When a Doctor Isn’t Enough
Nurse Navigators Help Patients Through Maze of Cancer-Treatment Decisions, Fears
Navigating the multiple doctors and treatment decisions at the time of a serious diagnosis like breast cancer is so overwhelming that some medical systems are trying patient navigators.
When Judith Nakamura tried to see a surgeon to follow up on her treatment for breast cancer recently, she was told it would be a two-month wait. Colleen Sullivan-Moore stepped in and got Ms. Nakamura an appointment the following week.
Over the course of Ms. Nakamura’s seven months of treatment, Ms. Sullivan-Moore helped her understand the diagnosis and overcome her fears. She was in the recovery room when Ms. Nakamura awoke after her surgeries. And Ms. Sullivan-Moore directed the patient where to buy a wig before she lost her hair to chemotherapy treatment.
One Patient’s Story
“She was the one who answered all the questions I was trying to figure out and coordinated every step for me,” says Ms. Nakamura, 50 years old, who works as chief judge of the Bernalillo County Metropolitan Court. “She really helped get me through that system.”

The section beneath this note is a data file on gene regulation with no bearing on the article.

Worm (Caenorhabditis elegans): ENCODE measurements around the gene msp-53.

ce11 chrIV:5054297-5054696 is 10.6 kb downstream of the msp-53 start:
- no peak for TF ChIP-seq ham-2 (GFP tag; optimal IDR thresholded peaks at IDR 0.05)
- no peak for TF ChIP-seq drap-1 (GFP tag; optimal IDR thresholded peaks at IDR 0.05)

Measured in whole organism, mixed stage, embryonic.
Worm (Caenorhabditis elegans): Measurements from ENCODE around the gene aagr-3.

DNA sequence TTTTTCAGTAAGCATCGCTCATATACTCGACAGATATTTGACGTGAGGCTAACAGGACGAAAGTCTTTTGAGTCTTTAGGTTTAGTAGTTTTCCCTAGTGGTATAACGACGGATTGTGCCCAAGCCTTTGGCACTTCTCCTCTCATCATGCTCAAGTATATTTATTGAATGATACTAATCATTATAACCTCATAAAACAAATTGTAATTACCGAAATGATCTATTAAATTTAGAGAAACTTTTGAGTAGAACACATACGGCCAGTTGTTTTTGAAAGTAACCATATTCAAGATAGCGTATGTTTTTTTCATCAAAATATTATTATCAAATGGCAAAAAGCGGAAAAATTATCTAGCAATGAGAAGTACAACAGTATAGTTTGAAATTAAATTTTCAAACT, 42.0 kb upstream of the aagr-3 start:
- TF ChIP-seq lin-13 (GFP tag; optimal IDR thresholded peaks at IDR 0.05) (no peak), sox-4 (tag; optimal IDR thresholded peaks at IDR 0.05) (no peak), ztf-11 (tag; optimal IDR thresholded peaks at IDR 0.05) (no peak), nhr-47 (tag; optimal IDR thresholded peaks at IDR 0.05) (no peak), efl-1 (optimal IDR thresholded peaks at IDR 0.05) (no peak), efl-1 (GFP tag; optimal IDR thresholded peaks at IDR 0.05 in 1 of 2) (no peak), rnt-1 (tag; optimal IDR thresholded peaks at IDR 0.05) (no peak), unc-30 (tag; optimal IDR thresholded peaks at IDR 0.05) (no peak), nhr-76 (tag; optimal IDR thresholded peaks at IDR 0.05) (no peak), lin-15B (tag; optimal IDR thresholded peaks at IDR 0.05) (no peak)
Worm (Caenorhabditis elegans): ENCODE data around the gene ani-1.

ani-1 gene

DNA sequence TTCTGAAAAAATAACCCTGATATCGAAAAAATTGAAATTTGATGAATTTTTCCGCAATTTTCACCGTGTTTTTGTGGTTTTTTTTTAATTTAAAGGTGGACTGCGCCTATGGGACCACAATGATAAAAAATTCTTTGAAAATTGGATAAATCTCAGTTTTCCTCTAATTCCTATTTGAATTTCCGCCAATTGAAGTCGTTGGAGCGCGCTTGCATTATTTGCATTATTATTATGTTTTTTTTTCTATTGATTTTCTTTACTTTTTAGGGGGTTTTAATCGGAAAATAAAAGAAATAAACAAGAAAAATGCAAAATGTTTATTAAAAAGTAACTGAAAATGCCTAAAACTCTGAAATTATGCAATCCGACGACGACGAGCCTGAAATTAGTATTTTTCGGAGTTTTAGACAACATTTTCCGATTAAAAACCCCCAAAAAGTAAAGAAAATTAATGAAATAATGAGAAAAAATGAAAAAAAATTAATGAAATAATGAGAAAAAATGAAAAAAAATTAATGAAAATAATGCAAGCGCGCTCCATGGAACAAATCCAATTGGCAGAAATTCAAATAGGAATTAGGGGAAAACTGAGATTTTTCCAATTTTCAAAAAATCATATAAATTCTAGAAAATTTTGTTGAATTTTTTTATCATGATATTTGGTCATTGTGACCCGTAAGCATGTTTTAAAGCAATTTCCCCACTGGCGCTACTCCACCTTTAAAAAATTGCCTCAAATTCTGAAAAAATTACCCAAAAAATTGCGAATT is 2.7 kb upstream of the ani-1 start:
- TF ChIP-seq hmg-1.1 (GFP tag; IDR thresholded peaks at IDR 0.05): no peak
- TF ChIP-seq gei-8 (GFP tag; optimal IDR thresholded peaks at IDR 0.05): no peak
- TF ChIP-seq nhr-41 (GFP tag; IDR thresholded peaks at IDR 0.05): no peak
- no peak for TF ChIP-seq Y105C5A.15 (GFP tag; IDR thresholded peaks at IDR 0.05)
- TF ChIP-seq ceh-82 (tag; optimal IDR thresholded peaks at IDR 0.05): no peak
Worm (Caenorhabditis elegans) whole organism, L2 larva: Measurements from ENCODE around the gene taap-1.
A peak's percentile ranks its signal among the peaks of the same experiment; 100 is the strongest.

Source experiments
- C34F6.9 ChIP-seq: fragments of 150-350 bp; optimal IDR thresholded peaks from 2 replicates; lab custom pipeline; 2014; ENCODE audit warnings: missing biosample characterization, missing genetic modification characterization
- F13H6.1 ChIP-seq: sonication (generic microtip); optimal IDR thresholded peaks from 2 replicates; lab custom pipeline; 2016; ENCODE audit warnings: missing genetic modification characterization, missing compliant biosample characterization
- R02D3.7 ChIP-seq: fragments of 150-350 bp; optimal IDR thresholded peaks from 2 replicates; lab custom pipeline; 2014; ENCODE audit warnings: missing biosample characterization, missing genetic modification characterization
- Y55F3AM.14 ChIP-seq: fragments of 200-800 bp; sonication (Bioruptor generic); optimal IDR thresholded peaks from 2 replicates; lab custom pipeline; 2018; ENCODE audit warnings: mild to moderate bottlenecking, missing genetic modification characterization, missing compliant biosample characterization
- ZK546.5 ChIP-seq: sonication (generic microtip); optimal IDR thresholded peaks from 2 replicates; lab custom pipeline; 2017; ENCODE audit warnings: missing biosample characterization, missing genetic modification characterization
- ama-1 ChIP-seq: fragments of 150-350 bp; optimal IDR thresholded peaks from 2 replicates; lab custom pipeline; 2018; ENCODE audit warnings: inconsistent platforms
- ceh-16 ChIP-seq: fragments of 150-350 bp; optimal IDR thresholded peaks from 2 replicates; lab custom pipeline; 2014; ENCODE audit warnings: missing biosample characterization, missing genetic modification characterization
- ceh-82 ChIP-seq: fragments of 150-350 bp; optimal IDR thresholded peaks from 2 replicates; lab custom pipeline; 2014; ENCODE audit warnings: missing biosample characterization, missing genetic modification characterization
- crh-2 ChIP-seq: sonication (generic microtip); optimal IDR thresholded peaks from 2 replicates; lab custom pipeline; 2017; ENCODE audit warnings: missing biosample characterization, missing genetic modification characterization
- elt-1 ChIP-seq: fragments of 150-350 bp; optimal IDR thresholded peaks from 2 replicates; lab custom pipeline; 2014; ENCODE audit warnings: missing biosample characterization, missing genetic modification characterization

Cancer patients can get lost floating around in the system and they need someone knowledgeable to help anchor them,” says Dava Gerard, a breast surgeon and administrator in Presbyterian’s cancer-treatment program.
When Ms. Nakamura received her cancer diagnosis, she recalls having a sensation of darkness, and a “weird, empty feeling in the pit of my stomach.” She was unable to absorb “all this information coming at me,” she says. Still, Ms. Nakamura ignored her doctor’s recommendation to contact the hospital’s then-new nurse-navigation program. She recalls throwing the slip of paper with Ms. Sullivan-Moore’s name in the back seat of the car, thinking, “I don’t need anyone to help me,” and going home to go online for information.
Instead, Ms. Sullivan-Moore called her and set up a meeting. Using pictures and charts, the nurse walked Ms. Nakamura through every aspect of the diagnosis and pathology report. Being able to ask questions that had escaped her while she was digesting the news from the doctor, “immediately calmed me down,” Ms. Nakamura says.
Article by LAURA LANDRO
Columnist for the Wall Street Journal
A Patient Advocate / Nurse Navigator can help you navigate through the medical maze offering you help in scheduling, information advice and support.